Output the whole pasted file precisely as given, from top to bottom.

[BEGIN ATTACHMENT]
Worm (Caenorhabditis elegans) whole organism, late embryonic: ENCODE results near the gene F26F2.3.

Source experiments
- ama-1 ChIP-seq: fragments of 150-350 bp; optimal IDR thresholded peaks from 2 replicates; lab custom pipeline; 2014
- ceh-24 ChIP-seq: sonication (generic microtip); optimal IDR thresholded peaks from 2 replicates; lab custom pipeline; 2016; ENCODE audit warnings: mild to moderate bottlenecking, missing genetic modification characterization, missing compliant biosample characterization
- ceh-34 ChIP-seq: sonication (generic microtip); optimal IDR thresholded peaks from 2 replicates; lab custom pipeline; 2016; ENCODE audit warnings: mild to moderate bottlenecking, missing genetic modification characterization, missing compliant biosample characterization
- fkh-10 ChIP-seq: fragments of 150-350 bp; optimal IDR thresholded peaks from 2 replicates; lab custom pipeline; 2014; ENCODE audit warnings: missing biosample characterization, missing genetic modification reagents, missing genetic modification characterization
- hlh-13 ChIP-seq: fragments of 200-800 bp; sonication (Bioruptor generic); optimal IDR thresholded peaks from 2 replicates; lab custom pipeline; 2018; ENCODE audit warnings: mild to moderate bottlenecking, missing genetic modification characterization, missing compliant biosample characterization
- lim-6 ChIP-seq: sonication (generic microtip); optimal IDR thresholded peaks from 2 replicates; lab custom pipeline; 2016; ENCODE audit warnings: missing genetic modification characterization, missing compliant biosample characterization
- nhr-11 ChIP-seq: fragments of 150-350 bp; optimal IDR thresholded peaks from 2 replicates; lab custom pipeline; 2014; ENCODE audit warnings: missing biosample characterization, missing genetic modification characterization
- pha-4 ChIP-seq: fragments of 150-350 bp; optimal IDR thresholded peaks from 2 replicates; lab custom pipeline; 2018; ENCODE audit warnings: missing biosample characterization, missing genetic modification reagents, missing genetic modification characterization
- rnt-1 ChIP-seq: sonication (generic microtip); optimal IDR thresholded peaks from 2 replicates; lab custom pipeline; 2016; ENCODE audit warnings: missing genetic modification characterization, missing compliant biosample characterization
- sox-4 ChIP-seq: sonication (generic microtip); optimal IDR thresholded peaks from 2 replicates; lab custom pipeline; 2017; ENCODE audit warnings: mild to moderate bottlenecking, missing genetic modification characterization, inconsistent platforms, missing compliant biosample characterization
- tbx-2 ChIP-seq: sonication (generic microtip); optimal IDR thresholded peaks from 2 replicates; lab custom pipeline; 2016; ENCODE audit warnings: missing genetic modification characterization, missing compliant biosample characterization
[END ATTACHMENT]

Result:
Worm (Caenorhabditis elegans) whole organism, late embryonic: ENCODE results near the gene F26F2.3.

Source experiments
- ama-1 ChIP-seq: fragments of 150-350 bp; optimal IDR thresholded peaks from 2 replicates; lab custom pipeline; 2014
- ceh-24 ChIP-seq: sonication (generic microtip); optimal IDR thresholded peaks from 2 replicates; lab custom pipeline; 2016; ENCODE audit warnings: mild to moderate bottlenecking, missing genetic modification characterization, missing compliant biosample characterization
- ceh-34 ChIP-seq: sonication (generic microtip); optimal IDR thresholded peaks from 2 replicates; lab custom pipeline; 2016; ENCODE audit warnings: mild to moderate bottlenecking, missing genetic modification characterization, missing compliant biosample characterization
- fkh-10 ChIP-seq: fragments of 150-350 bp; optimal IDR thresholded peaks from 2 replicates; lab custom pipeline; 2014; ENCODE audit warnings: missing biosample characterization, missing genetic modification reagents, missing genetic modification characterization
- hlh-13 ChIP-seq: fragments of 200-800 bp; sonication (Bioruptor generic); optimal IDR thresholded peaks from 2 replicates; lab custom pipeline; 2018; ENCODE audit warnings: mild to moderate bottlenecking, missing genetic modification characterization, missing compliant biosample characterization
- lim-6 ChIP-seq: sonication (generic microtip); optimal IDR thresholded peaks from 2 replicates; lab custom pipeline; 2016; ENCODE audit warnings: missing genetic modification characterization, missing compliant biosample characterization
- nhr-11 ChIP-seq: fragments of 150-350 bp; optimal IDR thresholded peaks from 2 replicates; lab custom pipeline; 2014; ENCODE audit warnings: missing biosample characterization, missing genetic modification characterization
- pha-4 ChIP-seq: fragments of 150-350 bp; optimal IDR thresholded peaks from 2 replicates; lab custom pipeline; 2018; ENCODE audit warnings: missing biosample characterization, missing genetic modification reagents, missing genetic modification characterization
- rnt-1 ChIP-seq: sonication (generic microtip); optimal IDR thresholded peaks from 2 replicates; lab custom pipeline; 2016; ENCODE audit warnings: missing genetic modification characterization, missing compliant biosample characterization
- sox-4 ChIP-seq: sonication (generic microtip); optimal IDR thresholded peaks from 2 replicates; lab custom pipeline; 2017; ENCODE audit warnings: mild to moderate bottlenecking, missing genetic modification characterization, inconsistent platforms, missing compliant biosample characterization
- tbx-2 ChIP-seq: sonication (generic microtip); optimal IDR thresholded peaks from 2 replicates; lab custom pipeline; 2016; ENCODE audit warnings: missing genetic modification characterization, missing compliant biosample characterization